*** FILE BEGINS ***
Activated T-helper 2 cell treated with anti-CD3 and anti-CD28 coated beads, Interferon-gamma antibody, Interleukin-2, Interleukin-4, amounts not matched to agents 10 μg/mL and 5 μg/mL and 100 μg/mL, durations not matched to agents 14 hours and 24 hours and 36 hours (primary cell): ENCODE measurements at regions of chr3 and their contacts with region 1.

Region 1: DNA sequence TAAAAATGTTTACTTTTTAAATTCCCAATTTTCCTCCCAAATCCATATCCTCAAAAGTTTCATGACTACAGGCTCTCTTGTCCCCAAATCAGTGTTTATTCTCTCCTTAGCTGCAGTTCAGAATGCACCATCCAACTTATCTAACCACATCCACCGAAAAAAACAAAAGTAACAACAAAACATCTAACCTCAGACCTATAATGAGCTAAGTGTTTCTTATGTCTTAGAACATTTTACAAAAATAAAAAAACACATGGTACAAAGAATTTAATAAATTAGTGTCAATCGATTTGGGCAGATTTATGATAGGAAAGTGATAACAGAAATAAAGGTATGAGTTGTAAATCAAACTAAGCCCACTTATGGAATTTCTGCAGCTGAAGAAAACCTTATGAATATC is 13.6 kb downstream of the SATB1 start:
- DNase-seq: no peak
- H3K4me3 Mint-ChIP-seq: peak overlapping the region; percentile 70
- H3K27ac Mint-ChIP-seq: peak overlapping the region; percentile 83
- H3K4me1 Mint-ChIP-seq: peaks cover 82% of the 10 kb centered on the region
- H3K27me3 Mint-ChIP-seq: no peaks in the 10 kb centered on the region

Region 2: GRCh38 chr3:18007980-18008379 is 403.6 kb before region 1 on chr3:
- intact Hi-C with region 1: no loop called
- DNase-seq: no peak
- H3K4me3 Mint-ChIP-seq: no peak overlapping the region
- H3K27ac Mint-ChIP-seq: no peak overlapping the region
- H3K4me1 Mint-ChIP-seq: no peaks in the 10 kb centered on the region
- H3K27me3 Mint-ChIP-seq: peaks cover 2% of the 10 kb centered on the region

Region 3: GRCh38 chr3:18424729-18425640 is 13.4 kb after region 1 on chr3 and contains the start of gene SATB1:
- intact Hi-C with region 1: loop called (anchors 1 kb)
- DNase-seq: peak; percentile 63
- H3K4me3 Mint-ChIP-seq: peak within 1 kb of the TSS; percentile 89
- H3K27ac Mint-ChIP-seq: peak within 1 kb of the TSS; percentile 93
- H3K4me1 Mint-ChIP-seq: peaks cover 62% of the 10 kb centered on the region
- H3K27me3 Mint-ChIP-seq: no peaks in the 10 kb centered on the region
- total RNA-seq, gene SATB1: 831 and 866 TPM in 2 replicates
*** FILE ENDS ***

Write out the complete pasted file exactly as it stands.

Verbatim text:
Activated T-helper 2 cell treated with anti-CD3 and anti-CD28 coated beads, Interferon-gamma antibody, Interleukin-2, Interleukin-4, amounts not matched to agents 10 μg/mL and 5 μg/mL and 100 μg/mL, durations not matched to agents 14 hours and 24 hours and 36 hours (primary cell): ENCODE measurements at regions of chr3 and their contacts with region 1.

Region 1: DNA sequence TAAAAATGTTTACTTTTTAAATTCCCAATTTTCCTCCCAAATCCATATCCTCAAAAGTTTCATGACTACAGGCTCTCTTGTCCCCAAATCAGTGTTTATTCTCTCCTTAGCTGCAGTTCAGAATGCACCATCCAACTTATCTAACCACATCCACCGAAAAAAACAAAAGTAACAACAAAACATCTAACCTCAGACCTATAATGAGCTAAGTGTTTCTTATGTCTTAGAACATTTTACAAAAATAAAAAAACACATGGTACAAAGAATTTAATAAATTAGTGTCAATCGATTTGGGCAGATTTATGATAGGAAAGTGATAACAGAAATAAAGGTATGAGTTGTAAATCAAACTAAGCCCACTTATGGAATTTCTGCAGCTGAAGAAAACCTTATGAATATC is 13.6 kb downstream of the SATB1 start:
- DNase-seq: no peak
- H3K4me3 Mint-ChIP-seq: peak overlapping the region; percentile 70
- H3K27ac Mint-ChIP-seq: peak overlapping the region; percentile 83
- H3K4me1 Mint-ChIP-seq: peaks cover 82% of the 10 kb centered on the region
- H3K27me3 Mint-ChIP-seq: no peaks in the 10 kb centered on the region

Region 2: GRCh38 chr3:18007980-18008379 is 403.6 kb before region 1 on chr3:
- intact Hi-C with region 1: no loop called
- DNase-seq: no peak
- H3K4me3 Mint-ChIP-seq: no peak overlapping the region
- H3K27ac Mint-ChIP-seq: no peak overlapping the region
- H3K4me1 Mint-ChIP-seq: no peaks in the 10 kb centered on the region
- H3K27me3 Mint-ChIP-seq: peaks cover 2% of the 10 kb centered on the region

Region 3: GRCh38 chr3:18424729-18425640 is 13.4 kb after region 1 on chr3 and contains the start of gene SATB1:
- intact Hi-C with region 1: loop called (anchors 1 kb)
- DNase-seq: peak; percentile 63
- H3K4me3 Mint-ChIP-seq: peak within 1 kb of the TSS; percentile 89
- H3K27ac Mint-ChIP-seq: peak within 1 kb of the TSS; percentile 93
- H3K4me1 Mint-ChIP-seq: peaks cover 62% of the 10 kb centered on the region
- H3K27me3 Mint-ChIP-seq: no peaks in the 10 kb centered on the region
- total RNA-seq, gene SATB1: 831 and 866 TPM in 2 replicates